Why ReSharper keep on suggesting to name the SocialFeedBOVM as SocialFeedBovm, PersonID as PersonId?
Following Microsoft guidelines, any acronyms more than two characters should be treated as a word in their own right.
XmlWriter instead of XMLWriter. System.Web.Mvc instead of System.Web.MVC.
LaserSword instead of LASERSword. Y'know, laser is an acronym http://en.wikipedia.org/wiki/Laser
Two letter acronyms should be written in all uppercase, e.g.:
IOWriter, not IoWriter. TRSocialFeedAI, not TrSocialFeedAi
LaserAI, not LaserAi. AILaserIOSword, not AiLaserIoSword
System.Data.DBConcurrencyException, not System.Data.DbConcurrencyException
Id is not an acronym, it's an abbreviation, so it should be PersonId, not PersonID.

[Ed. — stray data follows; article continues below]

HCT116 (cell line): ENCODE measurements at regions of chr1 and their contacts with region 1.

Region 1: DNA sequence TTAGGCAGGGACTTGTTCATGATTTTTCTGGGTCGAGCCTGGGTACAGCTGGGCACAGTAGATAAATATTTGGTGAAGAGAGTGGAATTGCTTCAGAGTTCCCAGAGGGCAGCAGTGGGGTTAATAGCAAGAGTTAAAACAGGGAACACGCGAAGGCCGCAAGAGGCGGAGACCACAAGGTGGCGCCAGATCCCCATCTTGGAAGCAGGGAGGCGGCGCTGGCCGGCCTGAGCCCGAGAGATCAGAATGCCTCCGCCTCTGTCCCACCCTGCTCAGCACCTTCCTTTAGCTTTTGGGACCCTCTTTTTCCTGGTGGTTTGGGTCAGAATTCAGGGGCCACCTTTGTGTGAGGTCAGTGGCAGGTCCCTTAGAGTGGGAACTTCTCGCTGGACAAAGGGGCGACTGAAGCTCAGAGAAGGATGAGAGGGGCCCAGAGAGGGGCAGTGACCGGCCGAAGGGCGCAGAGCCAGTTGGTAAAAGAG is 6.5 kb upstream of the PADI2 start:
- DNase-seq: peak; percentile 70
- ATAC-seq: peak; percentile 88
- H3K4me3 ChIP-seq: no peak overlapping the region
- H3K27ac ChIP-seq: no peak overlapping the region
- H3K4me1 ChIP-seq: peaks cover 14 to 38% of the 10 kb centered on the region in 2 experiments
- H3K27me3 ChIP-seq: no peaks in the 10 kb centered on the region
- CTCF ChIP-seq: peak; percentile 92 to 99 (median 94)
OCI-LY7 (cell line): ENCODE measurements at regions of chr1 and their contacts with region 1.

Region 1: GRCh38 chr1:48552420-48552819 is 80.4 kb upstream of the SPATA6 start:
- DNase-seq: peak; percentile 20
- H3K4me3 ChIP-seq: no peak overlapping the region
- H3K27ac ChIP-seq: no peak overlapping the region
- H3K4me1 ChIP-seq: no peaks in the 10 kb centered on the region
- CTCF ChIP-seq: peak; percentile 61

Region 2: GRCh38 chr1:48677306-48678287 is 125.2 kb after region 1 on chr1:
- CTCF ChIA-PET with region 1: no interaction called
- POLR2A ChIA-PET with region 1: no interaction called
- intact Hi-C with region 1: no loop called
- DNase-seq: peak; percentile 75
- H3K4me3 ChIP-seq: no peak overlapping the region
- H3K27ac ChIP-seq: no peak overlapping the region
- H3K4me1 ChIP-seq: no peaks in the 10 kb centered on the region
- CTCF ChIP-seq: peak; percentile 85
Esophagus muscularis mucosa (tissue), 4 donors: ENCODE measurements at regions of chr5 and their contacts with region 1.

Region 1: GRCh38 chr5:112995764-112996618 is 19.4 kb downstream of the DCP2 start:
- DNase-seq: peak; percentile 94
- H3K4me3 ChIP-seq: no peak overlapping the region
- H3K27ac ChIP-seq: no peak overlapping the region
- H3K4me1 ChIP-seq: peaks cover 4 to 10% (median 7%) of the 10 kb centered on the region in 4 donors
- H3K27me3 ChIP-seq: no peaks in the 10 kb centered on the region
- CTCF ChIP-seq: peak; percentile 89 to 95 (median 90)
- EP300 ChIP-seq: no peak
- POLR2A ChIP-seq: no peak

For the ajax technology name, Microsoft invented XMLHttpRequest, they can be forgiven on that. XML was the vogue by the turn of the century, it should stand out on your marketing materials, library's naming conventions, etc. XML was good on the resume too, and so was JAVA (name derived from Java coffee, it's not an acronym. Just Another Vague Acronym is just a retronym) ^_^ Y'know JAVA will stand out as one of your skills when it is written in all uppercase, I digress.
But I think Microsoft was drunk when they made the rules for ID/Id:
Microsoft is drunk on DB acronym too. Following their own naming guidelines, they got the OLE right, it's a three letter acronym, hence should be written as Ole, but why on earth Microsoft written DB as Db? It should be written as System.Data.OleDB
Hmm.. I think we can't criticize them on those stuff, they called it naming guidelines, not naming rules. On things like this, there are no hard and fast rules, there are only guidelines (that was somehow being broken liberally), programming is being elevated to an art form :p